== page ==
We've seen processes, We've said lots of things about processes, but we did not talk about process creation. Let's see how to create a process in C, in Golang, and in Rustlang. Disclaimer: I'm not doing a comparison to find out which one is better than the other. I just want to explore how the same task can be done using different approaches.

Fork and Exec:

UNIX processes are created using the fork() system call. Fork is the primary method of process creation on Unix-like operating systems. Fork is the system call that the parent process uses to "divide" itself, to "fork" into two identical processes. The child process will be the exact copy of the parent except for the return value.

The exec() system call and its family of functions are almost always used with fork(). The exec() syscall and the like overwrite the current stackframe with the name of the application passed to it.

C:

In C, there is nothing special to do, contrary to Golang and Rustlang. You just really call fork(), then exec(), simple and direct. The following, is an example written in C:

#include <stdio.h>
#include <sys/types.h>
#include <unistd.h>
#include <stdlib.h>
#include <sys/wait.h>
#include <string.h>

void fork_and_execute();

int main() {
  fork_and_execute();
  return 0;
}

void fork_and_execute() {
  int pid, status;
  pid = fork();

  // if pid equals 0,
  if(pid == 0){
    // we're dealing with the child process
    printf("I am the child process, my pid is %d\n", getpid());

    // the program we want to execute
    char *cmd[5] = {"ls", "-a", "-l", "-h", '\0'};

    // execvp will search for ls on $PATH
    if (execvp(*cmd, cmd) < 0){
      // catch any error that may occur during execution
      printf("*** ERROR: exec failed\n");
      perror(*cmd);
      exit(EXIT_FAILURE);
    }
  }

  // returned pid is -1, fork operation failed
  if(pid < 0){
    printf("*** ERROR: forking child process failed\n");
    perror("fork");
    exit(EXIT_FAILURE);
  }

  // The wait system-call blocks the parent process
  // and waits for the child-process to end.
  while (wait(&status) != pid){}
}



Golang:

In Golang, it is recommended to use the exec package. It runs external commands, and wraps os.StartProcess function for you. Following, is the previous example, this time written in Golang:

package main

import "syscall"
import "os"
import "os/exec"

func main() {
    // check if ls command exists in the PATH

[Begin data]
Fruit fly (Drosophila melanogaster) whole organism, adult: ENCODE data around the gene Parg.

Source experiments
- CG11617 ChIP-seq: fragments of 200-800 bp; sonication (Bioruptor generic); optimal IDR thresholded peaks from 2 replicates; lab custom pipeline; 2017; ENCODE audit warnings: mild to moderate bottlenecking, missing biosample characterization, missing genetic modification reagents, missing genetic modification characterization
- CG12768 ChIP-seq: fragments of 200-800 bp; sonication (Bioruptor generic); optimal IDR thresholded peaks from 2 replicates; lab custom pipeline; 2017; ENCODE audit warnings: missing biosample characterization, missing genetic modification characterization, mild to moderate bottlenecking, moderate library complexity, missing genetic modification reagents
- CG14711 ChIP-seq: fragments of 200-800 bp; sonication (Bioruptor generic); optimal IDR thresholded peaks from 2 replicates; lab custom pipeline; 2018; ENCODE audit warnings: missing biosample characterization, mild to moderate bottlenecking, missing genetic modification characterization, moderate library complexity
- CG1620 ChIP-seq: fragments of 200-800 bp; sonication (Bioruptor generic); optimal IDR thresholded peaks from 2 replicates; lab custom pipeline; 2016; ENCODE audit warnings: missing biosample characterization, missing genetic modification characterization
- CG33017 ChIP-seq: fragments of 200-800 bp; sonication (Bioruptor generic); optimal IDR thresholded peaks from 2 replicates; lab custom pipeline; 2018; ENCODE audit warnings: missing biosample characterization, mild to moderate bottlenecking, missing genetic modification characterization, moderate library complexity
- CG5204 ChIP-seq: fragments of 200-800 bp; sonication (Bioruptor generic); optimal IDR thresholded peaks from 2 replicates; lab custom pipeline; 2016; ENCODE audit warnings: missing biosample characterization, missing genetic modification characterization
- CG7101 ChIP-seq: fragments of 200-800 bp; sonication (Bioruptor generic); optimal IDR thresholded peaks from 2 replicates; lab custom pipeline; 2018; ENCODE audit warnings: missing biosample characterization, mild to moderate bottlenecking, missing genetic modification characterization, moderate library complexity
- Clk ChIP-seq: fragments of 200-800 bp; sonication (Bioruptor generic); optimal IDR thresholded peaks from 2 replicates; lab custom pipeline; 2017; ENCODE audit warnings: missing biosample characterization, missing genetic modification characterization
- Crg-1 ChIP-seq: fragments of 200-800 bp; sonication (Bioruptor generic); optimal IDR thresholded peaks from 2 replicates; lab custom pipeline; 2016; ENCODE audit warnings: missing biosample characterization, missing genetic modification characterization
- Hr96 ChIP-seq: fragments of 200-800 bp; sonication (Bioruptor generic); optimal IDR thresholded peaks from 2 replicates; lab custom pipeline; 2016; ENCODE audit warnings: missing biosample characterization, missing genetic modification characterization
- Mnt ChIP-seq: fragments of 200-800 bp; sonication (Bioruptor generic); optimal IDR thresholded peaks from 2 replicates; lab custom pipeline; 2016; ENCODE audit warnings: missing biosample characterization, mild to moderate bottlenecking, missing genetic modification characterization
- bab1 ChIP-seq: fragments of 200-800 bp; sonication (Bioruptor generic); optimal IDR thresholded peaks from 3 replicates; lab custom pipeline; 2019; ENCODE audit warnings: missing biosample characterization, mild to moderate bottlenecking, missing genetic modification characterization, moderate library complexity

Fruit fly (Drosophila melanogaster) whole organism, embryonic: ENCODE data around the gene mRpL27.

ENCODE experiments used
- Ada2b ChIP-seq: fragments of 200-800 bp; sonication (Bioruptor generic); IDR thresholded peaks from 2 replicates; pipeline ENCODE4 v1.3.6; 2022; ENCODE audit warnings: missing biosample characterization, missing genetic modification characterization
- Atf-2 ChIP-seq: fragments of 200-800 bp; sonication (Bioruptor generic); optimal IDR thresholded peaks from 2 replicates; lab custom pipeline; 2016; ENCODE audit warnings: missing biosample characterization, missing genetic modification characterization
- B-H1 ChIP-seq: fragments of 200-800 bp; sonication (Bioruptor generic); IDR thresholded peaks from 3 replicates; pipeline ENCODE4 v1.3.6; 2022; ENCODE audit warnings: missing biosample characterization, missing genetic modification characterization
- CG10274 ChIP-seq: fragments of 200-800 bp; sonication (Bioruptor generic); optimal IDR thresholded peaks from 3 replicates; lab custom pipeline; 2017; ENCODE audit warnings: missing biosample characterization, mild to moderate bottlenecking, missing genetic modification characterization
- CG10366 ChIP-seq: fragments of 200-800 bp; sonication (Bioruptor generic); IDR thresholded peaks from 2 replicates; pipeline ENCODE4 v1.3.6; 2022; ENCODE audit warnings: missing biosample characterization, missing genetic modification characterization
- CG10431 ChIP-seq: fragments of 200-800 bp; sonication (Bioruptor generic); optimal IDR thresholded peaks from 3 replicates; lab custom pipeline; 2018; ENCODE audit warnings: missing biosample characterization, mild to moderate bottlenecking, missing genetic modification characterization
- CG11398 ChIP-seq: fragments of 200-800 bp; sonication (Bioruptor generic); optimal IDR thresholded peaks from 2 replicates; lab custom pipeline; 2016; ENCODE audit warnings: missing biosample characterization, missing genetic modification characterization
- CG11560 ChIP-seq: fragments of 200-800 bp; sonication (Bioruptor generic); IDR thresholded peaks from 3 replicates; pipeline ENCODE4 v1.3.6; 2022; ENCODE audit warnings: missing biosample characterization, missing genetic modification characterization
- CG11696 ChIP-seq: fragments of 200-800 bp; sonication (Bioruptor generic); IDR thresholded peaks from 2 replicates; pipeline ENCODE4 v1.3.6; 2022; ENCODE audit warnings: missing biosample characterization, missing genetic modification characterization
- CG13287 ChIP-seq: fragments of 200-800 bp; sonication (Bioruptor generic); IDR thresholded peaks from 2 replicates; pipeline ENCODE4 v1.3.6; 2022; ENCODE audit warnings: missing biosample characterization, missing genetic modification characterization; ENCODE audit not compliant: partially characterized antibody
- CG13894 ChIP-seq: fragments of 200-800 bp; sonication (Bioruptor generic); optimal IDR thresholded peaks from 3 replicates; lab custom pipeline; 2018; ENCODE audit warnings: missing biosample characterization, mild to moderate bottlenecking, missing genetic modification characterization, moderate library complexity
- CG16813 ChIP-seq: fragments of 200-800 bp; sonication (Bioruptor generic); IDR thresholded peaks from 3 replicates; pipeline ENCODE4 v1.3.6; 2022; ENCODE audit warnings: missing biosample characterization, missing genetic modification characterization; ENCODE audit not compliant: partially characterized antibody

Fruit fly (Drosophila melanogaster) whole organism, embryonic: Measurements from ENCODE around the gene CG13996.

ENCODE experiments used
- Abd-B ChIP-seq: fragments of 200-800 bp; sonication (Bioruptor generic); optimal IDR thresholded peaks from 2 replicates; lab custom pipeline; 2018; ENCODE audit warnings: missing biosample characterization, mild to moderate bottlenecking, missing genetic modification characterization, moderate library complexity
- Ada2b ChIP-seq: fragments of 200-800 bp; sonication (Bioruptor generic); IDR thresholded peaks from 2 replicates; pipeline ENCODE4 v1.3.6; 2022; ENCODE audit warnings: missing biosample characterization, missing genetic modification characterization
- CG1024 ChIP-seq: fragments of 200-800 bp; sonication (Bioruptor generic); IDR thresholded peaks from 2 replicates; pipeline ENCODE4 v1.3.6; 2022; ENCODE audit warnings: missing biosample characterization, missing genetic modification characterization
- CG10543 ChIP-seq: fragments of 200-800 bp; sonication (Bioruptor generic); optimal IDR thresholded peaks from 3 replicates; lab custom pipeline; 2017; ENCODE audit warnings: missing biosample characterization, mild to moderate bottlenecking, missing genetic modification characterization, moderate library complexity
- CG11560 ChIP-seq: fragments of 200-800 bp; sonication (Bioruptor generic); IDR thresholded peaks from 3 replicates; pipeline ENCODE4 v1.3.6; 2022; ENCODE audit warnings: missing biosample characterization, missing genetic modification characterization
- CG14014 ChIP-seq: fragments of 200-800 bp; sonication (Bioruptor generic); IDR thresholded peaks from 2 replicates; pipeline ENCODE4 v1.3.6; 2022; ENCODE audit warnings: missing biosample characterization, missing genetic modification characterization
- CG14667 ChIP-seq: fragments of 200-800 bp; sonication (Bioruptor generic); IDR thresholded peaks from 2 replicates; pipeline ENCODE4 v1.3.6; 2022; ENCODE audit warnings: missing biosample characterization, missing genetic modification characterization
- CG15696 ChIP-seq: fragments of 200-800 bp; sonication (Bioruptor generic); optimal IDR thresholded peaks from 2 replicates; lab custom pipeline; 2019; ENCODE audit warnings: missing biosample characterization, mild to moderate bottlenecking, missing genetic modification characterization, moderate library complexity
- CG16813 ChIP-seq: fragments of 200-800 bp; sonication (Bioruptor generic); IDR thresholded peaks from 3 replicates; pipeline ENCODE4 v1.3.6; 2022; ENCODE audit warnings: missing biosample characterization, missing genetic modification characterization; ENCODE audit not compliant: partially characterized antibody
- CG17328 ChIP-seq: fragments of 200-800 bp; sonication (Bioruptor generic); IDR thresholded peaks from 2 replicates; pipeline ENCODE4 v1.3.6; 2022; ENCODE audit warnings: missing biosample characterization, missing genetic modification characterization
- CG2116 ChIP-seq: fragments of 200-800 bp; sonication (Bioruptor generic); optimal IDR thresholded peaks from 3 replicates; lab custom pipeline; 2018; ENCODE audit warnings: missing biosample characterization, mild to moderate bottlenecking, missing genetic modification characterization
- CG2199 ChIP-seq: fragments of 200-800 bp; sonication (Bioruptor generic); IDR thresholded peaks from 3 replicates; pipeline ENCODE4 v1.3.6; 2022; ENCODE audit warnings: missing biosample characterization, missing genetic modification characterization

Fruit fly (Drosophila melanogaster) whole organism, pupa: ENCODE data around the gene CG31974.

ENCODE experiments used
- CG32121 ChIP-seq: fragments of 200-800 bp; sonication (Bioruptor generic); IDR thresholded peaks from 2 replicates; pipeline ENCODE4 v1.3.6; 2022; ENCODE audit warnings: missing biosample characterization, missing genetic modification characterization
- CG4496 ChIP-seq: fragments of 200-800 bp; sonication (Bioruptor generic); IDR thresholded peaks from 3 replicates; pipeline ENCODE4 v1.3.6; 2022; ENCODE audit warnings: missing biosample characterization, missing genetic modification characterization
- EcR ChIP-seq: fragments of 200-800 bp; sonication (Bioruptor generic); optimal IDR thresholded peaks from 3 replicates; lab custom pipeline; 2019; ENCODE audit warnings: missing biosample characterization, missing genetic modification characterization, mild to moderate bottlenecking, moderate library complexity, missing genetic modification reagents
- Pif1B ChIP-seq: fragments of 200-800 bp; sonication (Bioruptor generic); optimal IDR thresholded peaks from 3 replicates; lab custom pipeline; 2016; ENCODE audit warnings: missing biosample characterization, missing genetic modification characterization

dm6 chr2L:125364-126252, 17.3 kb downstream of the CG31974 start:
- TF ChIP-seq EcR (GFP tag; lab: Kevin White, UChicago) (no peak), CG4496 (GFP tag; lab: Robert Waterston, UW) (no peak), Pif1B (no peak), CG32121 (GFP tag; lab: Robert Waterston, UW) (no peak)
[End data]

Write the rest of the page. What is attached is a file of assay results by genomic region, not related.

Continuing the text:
binary, lookErr := exec.LookPath("ls")
    if lookErr != nil {
        panic(lookErr)
    }

    // the program we want to execute
    args := []string{"ls", "-a", "-l", "-h"}

    // fork new process and execute our program
    execErr := syscall.Exec(binary, args, os.Environ())

    // catch error if any
    if execErr != nil {
        panic(execErr)
    }
}



Rustlang:

In Rustlang, we have std::process::Command. It is is a type that acts as a process builder and provides fine-grained control over how the new process should be spawned. If we browse the source code, we can read beginning line 210:

/// Constructs a new Command for launching the program at

/// path program, with the following default configuration:

///

/// * No arguments to the program

/// * Inherit the current process's environment

/// * Inherit the current process's working directory

/// * Inherit stdin/stdout/stderr for spawn or status, but create pipes for output


Basically, it behave a little bit like a call to fork(), followed by a call to exec(). Let's rewrite the previous example in Rustlang:

use std::process::Command;

fn main() {
    let output = Command::new("ls")
                     .arg("-a")
                     .arg("-l")
                     .arg("-h")
                     .output()
                     .expect("ls command failed to start");

    println!("stdout: {}", String::from_utf8_lossy(&output.stdout));
}


The output function executes the command as a child process, waiting for it to finish and collecting all of its output. By default, stdin, stdout and stderr are captured (and used to provide the resulting output).

The expect function is used for quick and dirty error handling.

Strace, trace system calls and signals:

Somewhere in the strace's manual page, we can read:

Trace child processes as they are created by currently traced processes as a result of the fork(2), vfork(2) and clone(2) system calls.

If everything went normally during the execution of our scripts, we should see, in the strace's output, lots of system calls, the most important ones being a call to clone(), followed by a call to exec():

...
4714  clone(child_stack=0, flags=CLONE_CHILD_CLEARTID|CLONE_CHILD_SETTID|SIGCHLD, child_tidptr=0x7fac5d28da90) = 4715
...
7564  execve("/bin/ls", ["ls", "-a", "-l", "-h"], [/* 74 vars */] <unfinished ...>
...


fork() was the original UNIX system call. Only used to create new processes, not threads. Also, it is portable.

clone() is a new, versatile system call which can be used to create, depending on the passed option, a UNIX process, or a POSIX thread, or something in between, or something completely different. I invite you to Read The Fabulous Manual about clone().

I don't really know if there is something else you can read to learn more on this topic: